The sewing machine, introduced during the 1850s, revolutionized women’s lives, drastically reducing the time needed to mend the household clothing. At first, critics were concerned about working women losing their jobs to the sewing machine, but the popularity of the sewing machine quickly overshadowed this concern. Sometimes referred to as the “iron needle woman,” the sewing machine inspired poetry and song.
The sewing machine was praised as a liberating device for women, freeing up their time for intellectual pursuits. Many supporters of women’s liberation, however, were quick to assure the public that no one expected emancipated women to abandon their domestic duties.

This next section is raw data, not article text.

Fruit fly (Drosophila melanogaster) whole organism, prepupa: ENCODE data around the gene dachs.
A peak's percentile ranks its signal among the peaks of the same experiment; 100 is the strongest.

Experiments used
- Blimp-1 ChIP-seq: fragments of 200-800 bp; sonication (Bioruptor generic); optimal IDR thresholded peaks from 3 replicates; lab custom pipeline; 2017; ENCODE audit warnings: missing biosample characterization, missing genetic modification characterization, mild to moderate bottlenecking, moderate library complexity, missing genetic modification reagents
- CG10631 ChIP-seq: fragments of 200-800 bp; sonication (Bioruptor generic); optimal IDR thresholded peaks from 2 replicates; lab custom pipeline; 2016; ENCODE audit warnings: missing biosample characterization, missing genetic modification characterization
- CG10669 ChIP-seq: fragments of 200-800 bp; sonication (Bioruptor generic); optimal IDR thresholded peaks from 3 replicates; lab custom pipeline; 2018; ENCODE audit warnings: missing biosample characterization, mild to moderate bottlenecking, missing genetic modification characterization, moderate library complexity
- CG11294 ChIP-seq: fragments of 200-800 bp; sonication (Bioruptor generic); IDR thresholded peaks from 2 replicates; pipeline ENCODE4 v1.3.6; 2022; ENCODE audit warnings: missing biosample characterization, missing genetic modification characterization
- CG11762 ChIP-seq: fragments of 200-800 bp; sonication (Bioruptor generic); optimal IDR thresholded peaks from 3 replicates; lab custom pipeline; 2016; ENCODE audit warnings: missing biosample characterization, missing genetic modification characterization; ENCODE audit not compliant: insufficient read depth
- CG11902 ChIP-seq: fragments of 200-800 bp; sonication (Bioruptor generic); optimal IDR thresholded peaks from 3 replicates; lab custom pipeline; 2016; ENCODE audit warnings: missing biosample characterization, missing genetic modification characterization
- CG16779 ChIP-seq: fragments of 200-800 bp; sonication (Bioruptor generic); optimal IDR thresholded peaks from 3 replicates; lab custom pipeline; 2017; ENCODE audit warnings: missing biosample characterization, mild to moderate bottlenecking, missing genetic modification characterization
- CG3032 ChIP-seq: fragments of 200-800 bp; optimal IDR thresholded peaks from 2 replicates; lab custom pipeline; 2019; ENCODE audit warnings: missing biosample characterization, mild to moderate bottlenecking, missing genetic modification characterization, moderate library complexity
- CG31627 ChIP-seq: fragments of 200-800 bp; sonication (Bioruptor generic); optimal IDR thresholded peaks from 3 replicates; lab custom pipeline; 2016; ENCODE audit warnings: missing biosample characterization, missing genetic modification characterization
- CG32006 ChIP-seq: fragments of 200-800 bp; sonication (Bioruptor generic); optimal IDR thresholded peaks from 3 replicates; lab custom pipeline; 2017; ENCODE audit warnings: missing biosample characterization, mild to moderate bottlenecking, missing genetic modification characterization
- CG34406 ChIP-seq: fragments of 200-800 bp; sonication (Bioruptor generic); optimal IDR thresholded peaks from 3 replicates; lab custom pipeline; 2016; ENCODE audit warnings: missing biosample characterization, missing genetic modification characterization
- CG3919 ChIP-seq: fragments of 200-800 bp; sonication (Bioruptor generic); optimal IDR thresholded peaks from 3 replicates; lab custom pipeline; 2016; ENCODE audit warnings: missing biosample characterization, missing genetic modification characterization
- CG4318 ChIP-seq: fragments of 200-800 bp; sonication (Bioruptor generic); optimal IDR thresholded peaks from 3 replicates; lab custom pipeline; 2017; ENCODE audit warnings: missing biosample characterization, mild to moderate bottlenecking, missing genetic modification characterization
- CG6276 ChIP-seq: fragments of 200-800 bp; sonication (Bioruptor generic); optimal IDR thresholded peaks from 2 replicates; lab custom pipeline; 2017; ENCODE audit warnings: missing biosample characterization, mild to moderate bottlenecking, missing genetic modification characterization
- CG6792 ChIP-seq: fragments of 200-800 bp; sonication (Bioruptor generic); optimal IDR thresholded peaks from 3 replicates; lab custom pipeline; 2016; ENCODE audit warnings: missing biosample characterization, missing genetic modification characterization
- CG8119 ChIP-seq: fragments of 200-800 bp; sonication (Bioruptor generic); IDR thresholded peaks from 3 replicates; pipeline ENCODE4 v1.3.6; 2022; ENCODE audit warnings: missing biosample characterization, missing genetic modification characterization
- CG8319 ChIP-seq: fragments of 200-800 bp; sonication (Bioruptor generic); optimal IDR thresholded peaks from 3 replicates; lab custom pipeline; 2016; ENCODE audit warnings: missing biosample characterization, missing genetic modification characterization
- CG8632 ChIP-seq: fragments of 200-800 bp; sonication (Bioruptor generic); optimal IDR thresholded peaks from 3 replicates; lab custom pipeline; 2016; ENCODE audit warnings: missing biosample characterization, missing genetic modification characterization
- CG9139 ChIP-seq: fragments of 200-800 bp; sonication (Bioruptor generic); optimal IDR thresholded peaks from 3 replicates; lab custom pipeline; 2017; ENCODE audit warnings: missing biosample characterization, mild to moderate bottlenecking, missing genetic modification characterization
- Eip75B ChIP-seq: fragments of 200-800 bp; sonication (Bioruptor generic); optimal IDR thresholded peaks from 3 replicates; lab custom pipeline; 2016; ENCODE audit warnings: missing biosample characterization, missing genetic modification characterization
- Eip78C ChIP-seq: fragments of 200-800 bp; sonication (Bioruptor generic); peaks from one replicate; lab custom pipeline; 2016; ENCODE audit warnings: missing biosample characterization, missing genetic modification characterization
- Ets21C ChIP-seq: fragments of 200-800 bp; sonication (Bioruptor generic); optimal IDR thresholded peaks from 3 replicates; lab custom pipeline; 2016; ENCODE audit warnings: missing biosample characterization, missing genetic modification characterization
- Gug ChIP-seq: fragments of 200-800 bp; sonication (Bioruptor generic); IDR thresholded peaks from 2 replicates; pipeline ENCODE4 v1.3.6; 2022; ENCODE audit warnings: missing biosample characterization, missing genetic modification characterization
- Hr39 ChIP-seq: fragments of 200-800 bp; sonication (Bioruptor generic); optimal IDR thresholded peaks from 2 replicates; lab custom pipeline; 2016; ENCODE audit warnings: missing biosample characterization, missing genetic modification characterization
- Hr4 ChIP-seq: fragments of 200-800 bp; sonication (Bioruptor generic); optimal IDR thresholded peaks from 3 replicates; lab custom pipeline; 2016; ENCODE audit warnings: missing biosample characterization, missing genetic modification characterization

The dismayed woman of the house saw her three days’ prepared work melting away before noon, as a three days’ April snow disappears in a few hours!
~ Henry Ward Beecher, “Our First Experience with a Sewing-Machine,”
in The Independent, December 16, 1858
What the telegraph is to the commercial world, and the reaper to the agricultural, the sewing machine is to the domestic. No one invention has brought with it so great a relief for our mothers, wives and daughters as these iron needle women. Indeed, it is the only invention that can be claimed chiefly for woman’s benefit.
~ “Story of the Sewing Machine,” in Friends’ Review, March 17, 1860